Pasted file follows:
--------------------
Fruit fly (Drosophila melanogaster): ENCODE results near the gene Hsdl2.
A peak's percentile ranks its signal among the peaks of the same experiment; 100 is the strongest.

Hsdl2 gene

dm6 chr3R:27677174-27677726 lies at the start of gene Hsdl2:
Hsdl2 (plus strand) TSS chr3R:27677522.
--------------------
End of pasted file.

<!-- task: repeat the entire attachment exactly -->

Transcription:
Fruit fly (Drosophila melanogaster): ENCODE results near the gene Hsdl2.
A peak's percentile ranks its signal among the peaks of the same experiment; 100 is the strongest.

Hsdl2 gene

dm6 chr3R:27677174-27677726 lies at the start of gene Hsdl2:
Hsdl2 (plus strand) TSS chr3R:27677522.